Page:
The International Monetary Fund has again cut its growth forecast for Nigeria as the country faces “substantial challenges” from low crude prices.
In its annual review of Nigeria’s economic situation, the IMF said that gross domestic product growth would slow to 2.3 per cent in 2016 from an estimated 2.7 per cent in 2015.
In February, after IMF officials visited the country, the Fund had forecast 3.2 per cent growth for Nigeria in 2016.
“Key risks to the outlook include lower oil prices, shortfalls in non-oil revenues, a further deterioration in finances of state and local Governments, deepening disruptions in private sector activity due to constraints on access to foreign exchange, and resurgence in security concerns,” the IMF said in a statement.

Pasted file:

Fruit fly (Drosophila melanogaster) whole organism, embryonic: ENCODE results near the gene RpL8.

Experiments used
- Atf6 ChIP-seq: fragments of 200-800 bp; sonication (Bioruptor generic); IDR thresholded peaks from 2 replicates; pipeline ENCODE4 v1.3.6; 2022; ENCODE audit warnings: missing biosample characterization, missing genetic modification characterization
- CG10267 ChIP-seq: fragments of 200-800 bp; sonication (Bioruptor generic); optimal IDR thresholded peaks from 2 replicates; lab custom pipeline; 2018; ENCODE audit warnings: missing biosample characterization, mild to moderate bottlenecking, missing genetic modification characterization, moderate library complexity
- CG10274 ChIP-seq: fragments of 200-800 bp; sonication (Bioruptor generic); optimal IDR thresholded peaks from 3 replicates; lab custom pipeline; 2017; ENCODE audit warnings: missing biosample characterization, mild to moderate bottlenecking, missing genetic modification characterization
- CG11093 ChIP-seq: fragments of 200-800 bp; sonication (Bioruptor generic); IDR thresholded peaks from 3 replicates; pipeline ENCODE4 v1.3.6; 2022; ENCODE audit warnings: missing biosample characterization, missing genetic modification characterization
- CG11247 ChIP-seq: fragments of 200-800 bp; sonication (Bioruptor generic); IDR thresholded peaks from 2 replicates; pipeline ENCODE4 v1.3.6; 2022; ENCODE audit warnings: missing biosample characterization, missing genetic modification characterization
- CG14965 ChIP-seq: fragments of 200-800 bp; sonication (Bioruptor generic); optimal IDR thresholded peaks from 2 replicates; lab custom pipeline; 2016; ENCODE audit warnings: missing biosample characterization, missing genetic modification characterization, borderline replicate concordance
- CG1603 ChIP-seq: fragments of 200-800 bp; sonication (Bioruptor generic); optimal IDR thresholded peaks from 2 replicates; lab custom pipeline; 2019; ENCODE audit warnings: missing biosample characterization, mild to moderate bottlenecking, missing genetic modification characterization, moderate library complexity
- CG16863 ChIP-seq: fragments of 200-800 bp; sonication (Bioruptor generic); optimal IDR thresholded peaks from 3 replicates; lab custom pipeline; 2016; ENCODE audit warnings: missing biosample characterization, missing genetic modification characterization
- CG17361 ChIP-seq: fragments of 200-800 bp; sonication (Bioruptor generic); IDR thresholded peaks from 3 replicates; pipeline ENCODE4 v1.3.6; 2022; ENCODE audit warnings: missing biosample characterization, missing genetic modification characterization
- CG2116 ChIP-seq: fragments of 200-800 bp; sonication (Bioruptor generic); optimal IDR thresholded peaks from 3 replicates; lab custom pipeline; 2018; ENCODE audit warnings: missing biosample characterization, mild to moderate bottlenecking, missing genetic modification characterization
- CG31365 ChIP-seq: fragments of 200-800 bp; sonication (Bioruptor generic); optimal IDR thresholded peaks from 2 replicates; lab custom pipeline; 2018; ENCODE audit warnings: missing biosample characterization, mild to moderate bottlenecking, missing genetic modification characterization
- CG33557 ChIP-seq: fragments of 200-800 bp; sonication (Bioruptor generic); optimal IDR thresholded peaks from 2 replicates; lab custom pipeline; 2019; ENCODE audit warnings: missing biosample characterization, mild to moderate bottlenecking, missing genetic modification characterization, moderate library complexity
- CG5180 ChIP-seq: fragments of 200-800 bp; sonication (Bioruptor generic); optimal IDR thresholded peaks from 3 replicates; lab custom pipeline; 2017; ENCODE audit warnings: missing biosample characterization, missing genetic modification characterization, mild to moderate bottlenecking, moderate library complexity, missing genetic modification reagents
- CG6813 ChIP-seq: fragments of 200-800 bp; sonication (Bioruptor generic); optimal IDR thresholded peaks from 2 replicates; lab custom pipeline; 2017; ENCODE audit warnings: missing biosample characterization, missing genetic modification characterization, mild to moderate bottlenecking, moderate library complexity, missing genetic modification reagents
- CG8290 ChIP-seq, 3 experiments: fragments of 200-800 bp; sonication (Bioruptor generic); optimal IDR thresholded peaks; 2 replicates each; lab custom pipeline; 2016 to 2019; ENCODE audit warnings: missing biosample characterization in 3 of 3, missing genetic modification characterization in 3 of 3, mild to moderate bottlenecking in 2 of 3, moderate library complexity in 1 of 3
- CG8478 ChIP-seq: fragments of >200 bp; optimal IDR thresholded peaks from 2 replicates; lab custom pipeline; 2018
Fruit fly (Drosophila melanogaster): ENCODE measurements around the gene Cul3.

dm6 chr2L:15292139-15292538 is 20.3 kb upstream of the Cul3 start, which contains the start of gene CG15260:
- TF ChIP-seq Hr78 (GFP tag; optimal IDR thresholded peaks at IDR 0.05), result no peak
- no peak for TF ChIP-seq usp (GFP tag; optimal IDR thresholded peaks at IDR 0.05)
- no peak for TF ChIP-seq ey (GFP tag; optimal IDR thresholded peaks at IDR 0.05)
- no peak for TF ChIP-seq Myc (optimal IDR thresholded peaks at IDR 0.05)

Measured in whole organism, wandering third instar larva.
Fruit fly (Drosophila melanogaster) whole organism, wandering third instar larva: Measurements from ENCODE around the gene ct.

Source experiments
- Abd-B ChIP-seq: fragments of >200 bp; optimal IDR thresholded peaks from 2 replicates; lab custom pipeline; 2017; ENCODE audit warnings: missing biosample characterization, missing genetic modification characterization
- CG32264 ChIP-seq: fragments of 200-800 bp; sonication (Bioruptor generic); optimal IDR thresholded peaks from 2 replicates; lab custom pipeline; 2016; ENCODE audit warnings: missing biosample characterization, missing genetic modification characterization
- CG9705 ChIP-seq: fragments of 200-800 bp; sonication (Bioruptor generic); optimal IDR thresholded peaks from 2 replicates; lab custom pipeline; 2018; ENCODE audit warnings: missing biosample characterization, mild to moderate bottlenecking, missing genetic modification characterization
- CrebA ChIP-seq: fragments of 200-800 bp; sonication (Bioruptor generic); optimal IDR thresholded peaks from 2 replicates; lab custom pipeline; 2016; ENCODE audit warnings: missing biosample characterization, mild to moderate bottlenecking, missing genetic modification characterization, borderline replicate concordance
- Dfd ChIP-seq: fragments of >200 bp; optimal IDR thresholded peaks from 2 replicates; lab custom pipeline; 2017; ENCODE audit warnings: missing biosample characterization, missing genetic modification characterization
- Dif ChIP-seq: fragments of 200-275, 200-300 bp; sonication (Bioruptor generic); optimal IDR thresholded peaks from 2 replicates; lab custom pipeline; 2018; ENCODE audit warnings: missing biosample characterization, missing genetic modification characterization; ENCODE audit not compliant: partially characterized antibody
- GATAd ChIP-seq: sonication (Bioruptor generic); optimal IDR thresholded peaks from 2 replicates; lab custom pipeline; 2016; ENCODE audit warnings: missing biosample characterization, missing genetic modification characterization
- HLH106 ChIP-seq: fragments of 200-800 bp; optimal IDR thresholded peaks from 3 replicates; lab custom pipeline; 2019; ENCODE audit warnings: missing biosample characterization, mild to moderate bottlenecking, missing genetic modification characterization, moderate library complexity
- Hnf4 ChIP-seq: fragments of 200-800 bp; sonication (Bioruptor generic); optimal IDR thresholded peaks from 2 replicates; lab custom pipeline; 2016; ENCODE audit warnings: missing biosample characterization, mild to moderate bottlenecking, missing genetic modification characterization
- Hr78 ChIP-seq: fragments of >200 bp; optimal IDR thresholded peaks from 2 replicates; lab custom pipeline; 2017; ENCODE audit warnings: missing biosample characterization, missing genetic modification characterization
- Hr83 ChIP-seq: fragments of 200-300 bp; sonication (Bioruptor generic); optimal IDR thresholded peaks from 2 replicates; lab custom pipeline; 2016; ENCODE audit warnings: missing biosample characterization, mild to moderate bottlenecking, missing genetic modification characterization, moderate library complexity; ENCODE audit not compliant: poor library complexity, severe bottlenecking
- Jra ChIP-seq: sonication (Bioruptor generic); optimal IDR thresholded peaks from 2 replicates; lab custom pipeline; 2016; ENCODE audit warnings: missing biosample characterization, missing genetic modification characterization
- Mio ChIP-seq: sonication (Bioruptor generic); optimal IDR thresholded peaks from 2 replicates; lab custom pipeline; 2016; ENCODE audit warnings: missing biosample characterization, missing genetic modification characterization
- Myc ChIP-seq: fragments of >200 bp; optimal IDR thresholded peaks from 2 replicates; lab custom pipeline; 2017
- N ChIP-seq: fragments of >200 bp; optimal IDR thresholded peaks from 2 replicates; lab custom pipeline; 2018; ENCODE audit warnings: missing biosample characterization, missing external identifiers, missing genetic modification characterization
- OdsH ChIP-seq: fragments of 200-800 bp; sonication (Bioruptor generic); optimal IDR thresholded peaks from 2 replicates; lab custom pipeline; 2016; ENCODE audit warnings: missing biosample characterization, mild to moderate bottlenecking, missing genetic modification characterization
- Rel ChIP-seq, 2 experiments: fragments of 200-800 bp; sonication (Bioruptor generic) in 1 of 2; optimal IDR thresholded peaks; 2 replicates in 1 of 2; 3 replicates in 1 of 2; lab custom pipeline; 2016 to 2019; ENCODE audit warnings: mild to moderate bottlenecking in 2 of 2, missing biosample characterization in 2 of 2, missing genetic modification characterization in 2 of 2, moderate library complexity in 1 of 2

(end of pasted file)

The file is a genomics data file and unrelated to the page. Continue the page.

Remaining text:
It added that Nigeria’s general government deficit would grow further after doubling to 3.7 per cent of GDP in 2015.
The IMF executive board said Nigeria needed to urgently implement policies to safeguard fiscal sustainability, reduce external imbalances and advance structural reforms that promote more inclusive growth.
“The Directors emphasised the critical need to raise non-oil revenues to ensure fiscal sustainability while maintaining infrastructure and social spending,”
“They urged a gradual increase in the VAT rate, further improvements in revenue administration, and a broadening of the tax base.”
Discussions between Nigeria and the World Bank are continuing on a possible loan or credit facility that is tied to policy reforms of government.